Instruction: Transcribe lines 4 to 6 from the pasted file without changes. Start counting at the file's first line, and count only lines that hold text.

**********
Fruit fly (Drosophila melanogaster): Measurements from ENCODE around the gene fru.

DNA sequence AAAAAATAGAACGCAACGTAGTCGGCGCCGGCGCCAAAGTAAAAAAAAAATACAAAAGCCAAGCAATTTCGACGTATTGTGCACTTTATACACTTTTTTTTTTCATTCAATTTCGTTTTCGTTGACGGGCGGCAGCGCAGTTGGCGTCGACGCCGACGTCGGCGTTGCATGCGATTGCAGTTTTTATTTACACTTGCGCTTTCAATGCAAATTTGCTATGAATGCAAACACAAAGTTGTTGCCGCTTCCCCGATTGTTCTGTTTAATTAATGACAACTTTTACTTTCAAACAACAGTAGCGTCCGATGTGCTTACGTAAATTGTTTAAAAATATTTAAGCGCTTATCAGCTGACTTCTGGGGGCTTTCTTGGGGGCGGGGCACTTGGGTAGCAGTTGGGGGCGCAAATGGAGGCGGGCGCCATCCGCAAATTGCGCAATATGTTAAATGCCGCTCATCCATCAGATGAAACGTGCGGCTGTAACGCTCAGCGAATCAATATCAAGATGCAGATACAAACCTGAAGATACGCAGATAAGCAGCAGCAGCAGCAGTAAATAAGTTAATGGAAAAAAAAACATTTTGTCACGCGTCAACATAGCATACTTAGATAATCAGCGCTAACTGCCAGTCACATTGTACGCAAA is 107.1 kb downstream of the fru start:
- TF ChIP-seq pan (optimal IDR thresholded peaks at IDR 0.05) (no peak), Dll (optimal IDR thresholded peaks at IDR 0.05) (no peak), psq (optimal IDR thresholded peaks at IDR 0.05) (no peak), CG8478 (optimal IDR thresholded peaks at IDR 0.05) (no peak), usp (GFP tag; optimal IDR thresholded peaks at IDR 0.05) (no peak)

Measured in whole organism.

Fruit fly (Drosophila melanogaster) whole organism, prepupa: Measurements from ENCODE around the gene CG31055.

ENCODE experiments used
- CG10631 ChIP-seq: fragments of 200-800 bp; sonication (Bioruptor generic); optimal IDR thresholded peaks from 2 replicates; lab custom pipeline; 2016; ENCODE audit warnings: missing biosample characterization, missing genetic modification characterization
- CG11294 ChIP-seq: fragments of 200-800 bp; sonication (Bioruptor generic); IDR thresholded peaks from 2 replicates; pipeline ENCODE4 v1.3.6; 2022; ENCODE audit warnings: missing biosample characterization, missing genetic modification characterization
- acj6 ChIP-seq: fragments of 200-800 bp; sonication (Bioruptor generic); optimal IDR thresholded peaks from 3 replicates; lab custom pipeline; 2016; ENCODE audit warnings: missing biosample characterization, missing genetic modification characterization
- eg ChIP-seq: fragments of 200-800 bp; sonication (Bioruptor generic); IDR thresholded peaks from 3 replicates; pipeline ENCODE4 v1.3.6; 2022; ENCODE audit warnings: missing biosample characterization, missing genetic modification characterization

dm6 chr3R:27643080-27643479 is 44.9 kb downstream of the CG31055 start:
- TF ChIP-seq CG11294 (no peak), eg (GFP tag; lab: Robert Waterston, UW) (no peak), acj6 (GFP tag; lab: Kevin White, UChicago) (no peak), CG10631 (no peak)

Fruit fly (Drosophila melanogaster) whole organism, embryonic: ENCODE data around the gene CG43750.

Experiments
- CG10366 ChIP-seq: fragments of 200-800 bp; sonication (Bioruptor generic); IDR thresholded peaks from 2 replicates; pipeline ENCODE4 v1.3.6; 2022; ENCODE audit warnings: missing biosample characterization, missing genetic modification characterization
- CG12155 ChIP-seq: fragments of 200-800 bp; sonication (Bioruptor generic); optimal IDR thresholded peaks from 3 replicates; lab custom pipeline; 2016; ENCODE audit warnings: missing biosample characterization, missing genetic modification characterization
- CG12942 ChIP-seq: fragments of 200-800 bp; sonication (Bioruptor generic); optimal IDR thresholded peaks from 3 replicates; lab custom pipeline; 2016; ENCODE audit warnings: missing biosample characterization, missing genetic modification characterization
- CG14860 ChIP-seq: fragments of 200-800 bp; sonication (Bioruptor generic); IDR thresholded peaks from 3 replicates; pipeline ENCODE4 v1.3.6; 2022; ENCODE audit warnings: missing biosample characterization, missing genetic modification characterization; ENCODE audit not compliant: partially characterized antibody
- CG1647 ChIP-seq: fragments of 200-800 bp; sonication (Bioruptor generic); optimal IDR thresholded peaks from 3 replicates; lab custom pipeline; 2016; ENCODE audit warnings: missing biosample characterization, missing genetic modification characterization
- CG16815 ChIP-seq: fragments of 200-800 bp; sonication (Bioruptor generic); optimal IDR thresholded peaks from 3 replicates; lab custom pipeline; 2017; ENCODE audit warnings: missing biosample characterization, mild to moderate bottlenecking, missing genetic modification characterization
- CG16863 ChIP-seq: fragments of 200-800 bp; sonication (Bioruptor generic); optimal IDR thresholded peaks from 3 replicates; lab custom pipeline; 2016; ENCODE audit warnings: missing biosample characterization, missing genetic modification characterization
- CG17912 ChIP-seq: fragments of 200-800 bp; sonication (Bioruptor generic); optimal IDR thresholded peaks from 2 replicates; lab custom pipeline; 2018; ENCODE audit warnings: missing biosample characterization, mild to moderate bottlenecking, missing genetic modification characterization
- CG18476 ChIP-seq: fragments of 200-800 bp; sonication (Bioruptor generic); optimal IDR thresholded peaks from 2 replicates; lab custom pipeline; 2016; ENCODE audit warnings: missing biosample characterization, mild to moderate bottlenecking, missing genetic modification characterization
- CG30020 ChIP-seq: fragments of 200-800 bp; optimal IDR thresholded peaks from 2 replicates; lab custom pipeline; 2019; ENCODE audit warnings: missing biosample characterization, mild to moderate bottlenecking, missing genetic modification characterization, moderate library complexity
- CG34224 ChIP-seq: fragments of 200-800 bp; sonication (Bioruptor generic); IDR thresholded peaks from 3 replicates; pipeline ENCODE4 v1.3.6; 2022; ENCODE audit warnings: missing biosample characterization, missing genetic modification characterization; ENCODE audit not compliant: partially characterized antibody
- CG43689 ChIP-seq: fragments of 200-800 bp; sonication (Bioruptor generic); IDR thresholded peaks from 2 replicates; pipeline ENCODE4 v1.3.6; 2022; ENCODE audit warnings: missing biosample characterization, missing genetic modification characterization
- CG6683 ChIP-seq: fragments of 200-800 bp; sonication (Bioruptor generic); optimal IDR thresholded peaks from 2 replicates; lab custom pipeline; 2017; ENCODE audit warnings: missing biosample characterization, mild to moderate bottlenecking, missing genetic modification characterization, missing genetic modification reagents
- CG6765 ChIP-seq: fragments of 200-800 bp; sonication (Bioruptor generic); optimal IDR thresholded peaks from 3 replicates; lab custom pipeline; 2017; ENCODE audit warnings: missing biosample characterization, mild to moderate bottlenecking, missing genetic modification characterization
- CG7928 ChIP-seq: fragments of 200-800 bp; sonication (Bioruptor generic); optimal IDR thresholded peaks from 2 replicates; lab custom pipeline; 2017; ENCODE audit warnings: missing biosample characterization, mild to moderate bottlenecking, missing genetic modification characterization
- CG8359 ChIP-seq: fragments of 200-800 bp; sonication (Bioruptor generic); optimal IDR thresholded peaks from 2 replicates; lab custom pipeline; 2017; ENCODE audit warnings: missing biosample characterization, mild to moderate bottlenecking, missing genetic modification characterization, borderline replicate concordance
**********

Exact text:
Measured in whole organism.

Fruit fly (Drosophila melanogaster) whole organism, prepupa: Measurements from ENCODE around the gene CG31055.

ENCODE experiments used